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Discussion Starter · #1 ·
I promised my daughters an aquarium. Too allergic to cats and dogs and don't want the noise of birds, so they have to settle for fish.

Several weeks of research, youtube videos, and forum lurking later I settled on going with a low-tech planted freshwater community tank, and have finally gotten enough materials together to actually start the build.

The last time I had an aquarium was as a teenager in the 90's and it was a small thing, and certainly wasn't planted. Yet I've done the entirely crazy thing of going large and diving into doing a dirted tank which I've never done before. you can either watch me succeed or crash and burn. Because I am well aware this might totally fail I am at least trying to be reasonable with my budget yet it's already added up.

Here is a pic of my (currently) completely empty tank on its stand, a 55g rimmed Aqueon I got for $81.18 w/ tax from petco. It is sitting on a stand I got from Walmart for $115.16. That cost includes the cost of some lumber I bought to build in additional internal support. While the thing was cheap and the packaging said it was rated for 550lbs, I just didn't trust it. Its "engineered" wood looked flimsy though it still held together well. Still, a 55g could supposedly get up to 625lbs so that was enough reason for me to add in five lengths of 2x6" between two 5/8" plywood on the inside as seen in the second pic.

I'm going with an inexpensive substrate so that meant hitting the home improvement stores. I have 2, 50 lbs of beige pool filter sand, 50 lbs of pea gravel, a bag of Red Lava rocks, and 1.5 cubic feet of Miracle Gro Raised Bed Potting Soil. No I don't expect to use all of the above, but do plan on having 2-4 inches of substrate in there.

The ingredients listed on the Miracle Gro Raised Bed Potting Soil is listed as (for Texas):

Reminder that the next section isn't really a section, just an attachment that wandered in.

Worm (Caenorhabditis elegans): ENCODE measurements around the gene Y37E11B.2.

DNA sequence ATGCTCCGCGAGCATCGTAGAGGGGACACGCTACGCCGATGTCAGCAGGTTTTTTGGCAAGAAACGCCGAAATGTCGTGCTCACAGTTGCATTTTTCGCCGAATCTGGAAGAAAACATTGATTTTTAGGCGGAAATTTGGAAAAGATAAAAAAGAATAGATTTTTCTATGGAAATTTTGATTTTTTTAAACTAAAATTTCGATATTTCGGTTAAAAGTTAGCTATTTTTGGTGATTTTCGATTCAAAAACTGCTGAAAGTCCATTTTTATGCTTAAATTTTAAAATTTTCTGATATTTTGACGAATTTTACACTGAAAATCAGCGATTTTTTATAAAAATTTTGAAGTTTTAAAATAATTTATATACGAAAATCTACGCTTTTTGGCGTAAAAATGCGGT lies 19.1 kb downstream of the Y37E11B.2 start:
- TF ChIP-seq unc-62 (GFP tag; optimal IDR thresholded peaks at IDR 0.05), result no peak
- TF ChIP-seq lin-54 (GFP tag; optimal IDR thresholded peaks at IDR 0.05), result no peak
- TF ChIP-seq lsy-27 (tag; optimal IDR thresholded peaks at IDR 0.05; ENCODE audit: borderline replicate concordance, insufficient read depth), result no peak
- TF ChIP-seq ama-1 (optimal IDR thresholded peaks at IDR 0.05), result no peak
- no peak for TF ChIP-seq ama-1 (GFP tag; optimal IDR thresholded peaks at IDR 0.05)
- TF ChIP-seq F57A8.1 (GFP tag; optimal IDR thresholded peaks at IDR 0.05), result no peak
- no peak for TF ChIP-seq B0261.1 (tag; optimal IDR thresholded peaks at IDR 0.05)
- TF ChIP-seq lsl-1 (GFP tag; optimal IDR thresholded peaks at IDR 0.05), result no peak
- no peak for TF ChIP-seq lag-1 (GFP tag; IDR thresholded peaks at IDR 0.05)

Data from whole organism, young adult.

compost, processed forest products, sphagnum peat moss, poultry litter, alfalfa meal, bone meal, kelp meal, and earthworm castings.
2 bags of pool filter sand was $27.98, soil, gravel, and rocks was $20.50.
Throw in buckets, tools, test kits, water conditioner, and $50 of resin castle, mermaid, and treasure chest decorations (It's for my daughters remember?) and I've spent $359.34 total so far, and I haven't even gotten the plants or the fish yet. That will be a ways off still.
The not yet running tidal 55 HOB filter in the pic was a well-timed birthday gift so it didn't contribute to the cost.

I have only cleaned one bag of sand so far, it turned out to be surprisingly clean already, I am well aware I need to sift and clean everything else. That's going my next set of steps, cleaning the substrate and getting it into the tank. (Yes, I am going to sand and gravel cap it) I may also buy clays to mix into the soil as well ahead of time.

Wish me luck, open to any advice.

P.S. My local tap water is ph 7.5, KH 180, GH 180.
 

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Discussion Starter · #2 ·
First post here and it's in the wrong spot. Probably needs to be moved to Tank Journals which I only noticed the existence of after I posted this.
 

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Good call on the plywood and 2x6s. Particle board always weirds me out. Any bit of moisture in it and it swells up. I don't understand why it is used for this particular application.
 

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Discussion Starter · #4 ·
2 weeks later and all I've done is buy more supplies and prepare gravel and dirt. I spent last weekend sifting garden soil, which was far more annoying than I planned for. I was supposed to be all set to construct my substrate this weekend after some powdered red clay came in from Amazon. Damn Amazon now tells me it is delayed until Wednesday.

I did just set up a tiny future quarantine/hospital tank into a fishless cycle. It is a 3.5 gallon but after all the crap I put in there, it is actually at 2.75.

I put in some Aqueon water conditioner (adjusted for lower gallons), a double dose of API quick start (I wanted it to get started faster other places I've read and watch often recommend doubling it)

When I tested the straight tap water before conditioning, It read just under 2ppm ammonia. I assuming this was reading the presence of chloramines? (my municipal water said they do use them)

After adding water conditioner and quick start, I retested and it still had about the same level, just under 2 ppm. I waited maybe only 5 to 10 minutes before testing. Perhaps I didn't wait long enough but it does not sound like "add fish instantly" would have been a smart thing to do. We'll I was going to do fishless anyway so I actually added 3 eyedropper drops of 10% ammonia hydroxide courtesy of Ace Hardware. Got my ammonia PPM to at or maybe just below 4 ppm. Put a heater in the water and set it to 81 degrees F.